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Johnson, Dwight A. (ed.) / Wisconsin alumnus
Volume 51, Number 1 (Oct. 1949)

Badger arts,   pp. 17-18

Badger bookshelf,   pp. 18-19

Page 18

                                             -Milwaukee Sentinel photo.
"PLAY THINGS IN SHOW 'WINDOW," by University art instructor Santos
Zingale. won the top $600 prize in Gimbels "Wisconsin the Playground"
tion of 1949. The painting also received a $300 purchase award.
message of Wisconsin's beauty and
abundant recreational facilities to
the rest of the nation and the world.
  FIVE OF SEVEN entered paint-
ings by Badger students were sel-
ected for the national "Art Schools"
exhibition-an honor in itself since
the sponsoring   gallery h a d an-
nounced it would hang only three
of the works submitted by each of
25 schools unless the quality of
work was "exceptional."
  Illinois' state fair exhibition of art
from   Wisconsin, Ohio, Michigan,
Indiana, and Illinois-the old North-
w e s t e r n territory-displayed the
paintings of four University artists
and the Denver show      hung  six
works. The official Wisconsin State
Fair exhibition hung eight.
  Art Instructor Donald Anderson,
besides exhibiting in the Gimbel
show, successfully entered the Illi-
nois, Wisconsin, and Denver dis-
plays. Bohrod and Meeker, two other
Gimbel artists, also entered the Ill-
inois contest; Bohrod was a one-man
jury of paintings entered in both
the Indian and Wisconsin state fairs
and he had a one-man show of 24
recent paintings at the latter.
  Exhibitors not previously men-
tioned are students Fred Berman,
Gene and Laura Pizzuto, Robert
Knipschild, Raymond Obermayr,
Sheila Huskins, and Wallace Green;
Clayton Charles, '38, Beloit college
instructor; Thomas Dietrich, '33,
Lawrence college artist-in-residence;
Wilfred Veenendaal, '47, Sheboygan;
Robert 0. Hodgell, '48, Madison;
Robert Grilley, University art edu-
cation instructor; and James Wa-
trous, the art professor who painted
the murals in the Memorial Union's
Paul Bunyan room.
Badger Bookshelf
son Gulley, 20 years chef in UW
residence halls. Strauss Printing Co.,
Madison. $1.
  Unique value is given this book
by G u ll e y' s recommendations of-
commercial products he has tested
over many years and found superior.
Written bj a man who has made a
life work of food, it contains chap-
ters on herbs and spices, meat, fish,
and poultry cookery, vegetables,
sauces, soups, and deserts-every-
thing from creamed tenderloin tips
to ginberbread.
ROLE in Management. By Glenn
Gardiner, '18, in collaboration with
R. L. Gardiner. McGraw Hill Co.,
New York. $3.50.
  The author of the Wisconsin
Alumni Association's popular pam-
phlet, "The College Senior Seeks a
Job," writes here for executives who
want to know what progressive com-
panies are doing to get maximum
value from their foreman by vital-
izing their roles in management.
  TALKS TO YOUTH. Contributing
author, Dr. Edward W. Blakeman,
MA'11. Abingdon-Cokesbury Press,
Nashville & New York.
  "Choose n o w ; select carefully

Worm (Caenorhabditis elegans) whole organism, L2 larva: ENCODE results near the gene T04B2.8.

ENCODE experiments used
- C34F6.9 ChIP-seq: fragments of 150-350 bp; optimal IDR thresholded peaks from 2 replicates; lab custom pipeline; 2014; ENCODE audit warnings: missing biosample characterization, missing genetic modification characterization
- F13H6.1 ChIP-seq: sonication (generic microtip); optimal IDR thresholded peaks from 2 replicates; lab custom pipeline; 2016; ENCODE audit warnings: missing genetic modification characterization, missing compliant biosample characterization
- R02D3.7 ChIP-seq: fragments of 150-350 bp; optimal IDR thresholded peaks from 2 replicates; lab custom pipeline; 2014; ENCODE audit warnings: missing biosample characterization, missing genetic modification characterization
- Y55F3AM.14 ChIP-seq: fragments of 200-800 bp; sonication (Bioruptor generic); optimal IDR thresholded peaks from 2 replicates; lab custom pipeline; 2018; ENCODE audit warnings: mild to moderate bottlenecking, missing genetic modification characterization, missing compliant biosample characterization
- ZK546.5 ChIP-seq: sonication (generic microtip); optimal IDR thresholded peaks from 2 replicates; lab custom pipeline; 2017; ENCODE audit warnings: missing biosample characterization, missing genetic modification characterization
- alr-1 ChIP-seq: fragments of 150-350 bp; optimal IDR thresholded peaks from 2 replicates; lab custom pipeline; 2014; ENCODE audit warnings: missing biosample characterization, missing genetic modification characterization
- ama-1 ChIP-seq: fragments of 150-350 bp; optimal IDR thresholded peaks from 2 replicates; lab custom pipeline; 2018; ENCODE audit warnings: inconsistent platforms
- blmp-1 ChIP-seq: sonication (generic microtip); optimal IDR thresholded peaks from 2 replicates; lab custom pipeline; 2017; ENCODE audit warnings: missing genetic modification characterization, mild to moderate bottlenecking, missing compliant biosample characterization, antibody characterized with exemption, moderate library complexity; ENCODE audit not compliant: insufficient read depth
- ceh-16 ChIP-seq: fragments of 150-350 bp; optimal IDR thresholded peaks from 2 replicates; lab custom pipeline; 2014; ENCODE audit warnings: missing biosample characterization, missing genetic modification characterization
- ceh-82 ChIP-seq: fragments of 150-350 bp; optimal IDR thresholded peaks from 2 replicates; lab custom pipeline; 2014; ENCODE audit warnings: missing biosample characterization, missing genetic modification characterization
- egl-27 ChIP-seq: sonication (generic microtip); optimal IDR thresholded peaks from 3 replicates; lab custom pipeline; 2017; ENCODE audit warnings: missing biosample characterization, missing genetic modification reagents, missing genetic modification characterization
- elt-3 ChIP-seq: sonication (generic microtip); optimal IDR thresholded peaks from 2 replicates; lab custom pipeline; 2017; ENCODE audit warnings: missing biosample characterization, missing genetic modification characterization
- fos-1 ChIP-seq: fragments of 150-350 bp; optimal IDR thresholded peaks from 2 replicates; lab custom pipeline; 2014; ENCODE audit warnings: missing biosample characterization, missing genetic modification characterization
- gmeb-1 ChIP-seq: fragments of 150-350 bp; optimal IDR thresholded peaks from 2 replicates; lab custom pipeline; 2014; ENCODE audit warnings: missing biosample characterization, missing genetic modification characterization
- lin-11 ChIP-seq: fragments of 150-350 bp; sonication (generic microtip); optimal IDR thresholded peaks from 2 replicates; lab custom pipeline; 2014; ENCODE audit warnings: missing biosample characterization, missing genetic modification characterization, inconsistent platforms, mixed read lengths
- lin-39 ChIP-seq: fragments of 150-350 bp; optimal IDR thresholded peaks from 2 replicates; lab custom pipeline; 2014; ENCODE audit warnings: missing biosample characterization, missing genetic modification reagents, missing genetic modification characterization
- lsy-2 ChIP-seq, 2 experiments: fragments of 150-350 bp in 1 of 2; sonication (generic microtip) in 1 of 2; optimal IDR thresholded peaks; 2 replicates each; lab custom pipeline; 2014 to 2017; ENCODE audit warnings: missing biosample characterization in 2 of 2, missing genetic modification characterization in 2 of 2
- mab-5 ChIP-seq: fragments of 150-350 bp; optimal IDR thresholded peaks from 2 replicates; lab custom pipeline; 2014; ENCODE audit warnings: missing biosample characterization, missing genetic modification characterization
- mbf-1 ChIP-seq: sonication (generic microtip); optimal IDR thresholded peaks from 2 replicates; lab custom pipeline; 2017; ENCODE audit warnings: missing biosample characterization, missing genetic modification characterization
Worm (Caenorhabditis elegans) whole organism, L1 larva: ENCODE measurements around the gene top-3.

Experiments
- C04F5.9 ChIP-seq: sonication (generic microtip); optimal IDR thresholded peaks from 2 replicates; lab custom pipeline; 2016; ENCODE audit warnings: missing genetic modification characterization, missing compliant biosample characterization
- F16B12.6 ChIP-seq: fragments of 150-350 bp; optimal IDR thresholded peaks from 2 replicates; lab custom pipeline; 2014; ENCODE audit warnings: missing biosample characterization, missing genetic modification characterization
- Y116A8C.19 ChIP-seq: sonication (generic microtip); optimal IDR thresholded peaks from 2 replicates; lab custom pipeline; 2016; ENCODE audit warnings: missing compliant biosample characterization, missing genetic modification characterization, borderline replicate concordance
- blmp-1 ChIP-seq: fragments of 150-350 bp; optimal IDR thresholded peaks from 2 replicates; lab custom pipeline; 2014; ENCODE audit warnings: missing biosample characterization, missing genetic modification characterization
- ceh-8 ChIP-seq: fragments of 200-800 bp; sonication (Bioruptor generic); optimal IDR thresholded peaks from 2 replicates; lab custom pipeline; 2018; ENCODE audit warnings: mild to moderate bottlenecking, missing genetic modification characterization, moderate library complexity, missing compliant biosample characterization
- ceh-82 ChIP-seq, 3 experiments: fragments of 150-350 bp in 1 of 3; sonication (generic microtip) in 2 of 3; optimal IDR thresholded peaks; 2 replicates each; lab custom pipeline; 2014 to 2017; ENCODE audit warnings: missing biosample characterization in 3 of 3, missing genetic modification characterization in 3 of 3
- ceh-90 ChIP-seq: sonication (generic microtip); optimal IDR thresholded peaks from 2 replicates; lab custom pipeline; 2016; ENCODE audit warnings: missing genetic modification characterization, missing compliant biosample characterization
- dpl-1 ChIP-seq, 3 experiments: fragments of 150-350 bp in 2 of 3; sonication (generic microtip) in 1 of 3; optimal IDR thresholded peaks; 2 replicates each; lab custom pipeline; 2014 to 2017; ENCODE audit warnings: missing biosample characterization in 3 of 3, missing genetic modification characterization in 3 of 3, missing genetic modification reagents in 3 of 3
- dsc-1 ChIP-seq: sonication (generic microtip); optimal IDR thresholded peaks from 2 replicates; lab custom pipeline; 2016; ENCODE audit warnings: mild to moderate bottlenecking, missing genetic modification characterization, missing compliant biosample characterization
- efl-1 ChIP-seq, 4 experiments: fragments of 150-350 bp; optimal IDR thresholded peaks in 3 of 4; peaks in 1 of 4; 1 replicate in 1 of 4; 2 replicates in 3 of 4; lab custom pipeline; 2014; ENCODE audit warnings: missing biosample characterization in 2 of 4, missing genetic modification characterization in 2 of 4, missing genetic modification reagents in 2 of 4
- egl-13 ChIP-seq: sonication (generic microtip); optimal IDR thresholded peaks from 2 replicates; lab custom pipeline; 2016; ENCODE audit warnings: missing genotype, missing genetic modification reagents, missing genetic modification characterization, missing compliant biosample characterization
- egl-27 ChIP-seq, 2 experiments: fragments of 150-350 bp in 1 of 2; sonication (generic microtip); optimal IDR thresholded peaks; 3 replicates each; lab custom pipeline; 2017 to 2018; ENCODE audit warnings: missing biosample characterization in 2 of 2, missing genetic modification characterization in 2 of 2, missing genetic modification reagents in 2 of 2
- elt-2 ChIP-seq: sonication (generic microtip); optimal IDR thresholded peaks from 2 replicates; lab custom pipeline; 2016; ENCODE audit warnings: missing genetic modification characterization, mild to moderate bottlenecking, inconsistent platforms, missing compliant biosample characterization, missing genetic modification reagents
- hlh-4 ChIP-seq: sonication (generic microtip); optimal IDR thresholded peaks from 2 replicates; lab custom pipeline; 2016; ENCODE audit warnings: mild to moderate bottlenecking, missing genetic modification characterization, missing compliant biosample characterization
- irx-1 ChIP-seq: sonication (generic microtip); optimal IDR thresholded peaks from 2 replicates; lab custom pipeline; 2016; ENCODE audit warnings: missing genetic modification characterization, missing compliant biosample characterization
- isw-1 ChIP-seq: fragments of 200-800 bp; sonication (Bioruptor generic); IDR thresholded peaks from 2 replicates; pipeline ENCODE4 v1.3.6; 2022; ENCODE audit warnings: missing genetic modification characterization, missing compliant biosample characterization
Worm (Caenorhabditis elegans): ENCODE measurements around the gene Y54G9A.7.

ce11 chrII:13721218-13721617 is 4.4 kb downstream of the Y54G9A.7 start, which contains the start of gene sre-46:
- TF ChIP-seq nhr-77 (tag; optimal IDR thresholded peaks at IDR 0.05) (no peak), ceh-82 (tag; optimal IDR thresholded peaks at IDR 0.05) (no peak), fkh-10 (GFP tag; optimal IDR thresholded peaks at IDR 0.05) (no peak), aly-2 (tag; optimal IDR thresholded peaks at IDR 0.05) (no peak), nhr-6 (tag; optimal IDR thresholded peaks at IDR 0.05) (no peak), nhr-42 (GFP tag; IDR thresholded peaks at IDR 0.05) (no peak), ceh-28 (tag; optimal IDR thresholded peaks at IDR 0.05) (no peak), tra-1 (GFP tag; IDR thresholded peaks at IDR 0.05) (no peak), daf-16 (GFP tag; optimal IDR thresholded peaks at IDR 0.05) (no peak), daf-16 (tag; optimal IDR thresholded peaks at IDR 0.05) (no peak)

your direction; throw energy into
each adventure; contend for each
ideal . . ." is some of the advice
given to youth by the former direc-
tor of Wesley foundation on the
Badger campus. The book's 18 con-
tributors, including the late Father
Flanagan of Boys Town, discuss
goals of life, attitudes, choices, voca-
tional opportunities.
Summer and Fall Presents
  ALMOST $323,700 in gifts and
grants were accepted by-the Univer-
sity Board of Regents at their regu-
lar meetings in July and September.
  Heading the list of grants was
$89,000 for heart research work.
The major share, $69,00b came from
the federal government through the
National Heart insltitute for a grad-
uate training program in enzyme
chemistry with reference to the heart
muscle; $20,000 of the grant was re-
ceived from  the US public health
service for research on the heart
  Grants for cancer research were
made by the Damon Runyon fund
($4,500), the American Cancer so-
ciety ($2,000), and the Hearst
Foundation, Inc. ($2,500).
  Also made was a bequest of art
works and equipment; of the late
John Steuart Curry, former artist-
in-residence, by Mrs. Curry.
  Meanwhile, the University of Wis-
consin Foundation was the recipient
of a second outright gift of Union
Pacific common stock by Dr. H. L.
Russell, widely known as former
College of Agriculture dean and a
director of the Wisconsin Alumni
Research Foundation.
  Dean Russell, frequently express-
ing his warm approval of the Foun-
dation's program, has said it is
using "excellent judgment in estab-
lishing much needed scholarships,
fellowships and special professor-
ships . .
$14,000,000 WARF
young University biochemist, dis-
covered the process of creating vit-
amin D in foods by irradiation with
ultraviolet light, he intended to let
the University patent the method.
But the regents hesitated    until
Professor Steenbock proposed that a
special trust be established to take
over the patent. This was back in
  The private, non-profit trust ulti-
mately formed by a few faculty
members and alumni is the Wiscon-
sin  Alumni Research    Foundation
(WARF) which recently publicized
assets of $13,908,906.61.
  Today, WARF still administers
patents on discoveries of scientists
and uses the royalties to endow fur-
ther research at the University.
During the 1948-49 biennium, the
foundation contributed half a mil-
lion dollars to the University's nat-
ural science research fund.
  About 13 of the 14 million dollars
is invested in mortgages, real estate,
bonds, common stocks, and preferred
stocks. This permanent fund con-
stitutes an endowment, the income of
which assures the University of
substantial grants for research.

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